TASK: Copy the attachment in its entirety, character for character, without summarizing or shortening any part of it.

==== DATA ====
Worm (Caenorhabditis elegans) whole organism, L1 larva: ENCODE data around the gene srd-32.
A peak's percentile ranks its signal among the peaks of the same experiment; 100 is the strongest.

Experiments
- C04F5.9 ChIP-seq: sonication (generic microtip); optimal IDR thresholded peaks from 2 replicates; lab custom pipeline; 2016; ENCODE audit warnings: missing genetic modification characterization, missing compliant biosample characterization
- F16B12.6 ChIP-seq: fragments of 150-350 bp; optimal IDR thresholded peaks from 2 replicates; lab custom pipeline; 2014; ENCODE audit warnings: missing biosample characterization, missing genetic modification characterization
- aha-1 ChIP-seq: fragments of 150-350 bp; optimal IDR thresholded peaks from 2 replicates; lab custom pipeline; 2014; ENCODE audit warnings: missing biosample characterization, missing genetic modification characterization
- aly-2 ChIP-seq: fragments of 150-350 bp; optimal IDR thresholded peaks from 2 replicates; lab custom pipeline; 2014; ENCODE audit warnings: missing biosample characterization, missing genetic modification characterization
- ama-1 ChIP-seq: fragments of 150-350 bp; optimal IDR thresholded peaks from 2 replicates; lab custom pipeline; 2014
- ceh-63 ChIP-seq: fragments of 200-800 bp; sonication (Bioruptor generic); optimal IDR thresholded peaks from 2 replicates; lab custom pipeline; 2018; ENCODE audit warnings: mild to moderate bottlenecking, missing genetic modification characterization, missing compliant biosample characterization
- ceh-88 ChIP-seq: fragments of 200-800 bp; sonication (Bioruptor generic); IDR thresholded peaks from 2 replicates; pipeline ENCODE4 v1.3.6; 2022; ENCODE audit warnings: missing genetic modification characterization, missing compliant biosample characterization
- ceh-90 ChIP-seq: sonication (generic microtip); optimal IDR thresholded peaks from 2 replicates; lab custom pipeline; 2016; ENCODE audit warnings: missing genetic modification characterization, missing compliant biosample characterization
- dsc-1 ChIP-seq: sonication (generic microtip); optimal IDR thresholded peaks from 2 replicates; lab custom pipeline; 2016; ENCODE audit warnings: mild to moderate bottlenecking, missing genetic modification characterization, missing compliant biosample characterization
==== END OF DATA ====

Worm (Caenorhabditis elegans) whole organism, L1 larva: ENCODE data around the gene srd-32.
A peak's percentile ranks its signal among the peaks of the same experiment; 100 is the strongest.

Experiments
- C04F5.9 ChIP-seq: sonication (generic microtip); optimal IDR thresholded peaks from 2 replicates; lab custom pipeline; 2016; ENCODE audit warnings: missing genetic modification characterization, missing compliant biosample characterization
- F16B12.6 ChIP-seq: fragments of 150-350 bp; optimal IDR thresholded peaks from 2 replicates; lab custom pipeline; 2014; ENCODE audit warnings: missing biosample characterization, missing genetic modification characterization
- aha-1 ChIP-seq: fragments of 150-350 bp; optimal IDR thresholded peaks from 2 replicates; lab custom pipeline; 2014; ENCODE audit warnings: missing biosample characterization, missing genetic modification characterization
- aly-2 ChIP-seq: fragments of 150-350 bp; optimal IDR thresholded peaks from 2 replicates; lab custom pipeline; 2014; ENCODE audit warnings: missing biosample characterization, missing genetic modification characterization
- ama-1 ChIP-seq: fragments of 150-350 bp; optimal IDR thresholded peaks from 2 replicates; lab custom pipeline; 2014
- ceh-63 ChIP-seq: fragments of 200-800 bp; sonication (Bioruptor generic); optimal IDR thresholded peaks from 2 replicates; lab custom pipeline; 2018; ENCODE audit warnings: mild to moderate bottlenecking, missing genetic modification characterization, missing compliant biosample characterization
- ceh-88 ChIP-seq: fragments of 200-800 bp; sonication (Bioruptor generic); IDR thresholded peaks from 2 replicates; pipeline ENCODE4 v1.3.6; 2022; ENCODE audit warnings: missing genetic modification characterization, missing compliant biosample characterization
- ceh-90 ChIP-seq: sonication (generic microtip); optimal IDR thresholded peaks from 2 replicates; lab custom pipeline; 2016; ENCODE audit warnings: missing genetic modification characterization, missing compliant biosample characterization
- dsc-1 ChIP-seq: sonication (generic microtip); optimal IDR thresholded peaks from 2 replicates; lab custom pipeline; 2016; ENCODE audit warnings: mild to moderate bottlenecking, missing genetic modification characterization, missing compliant biosample characterization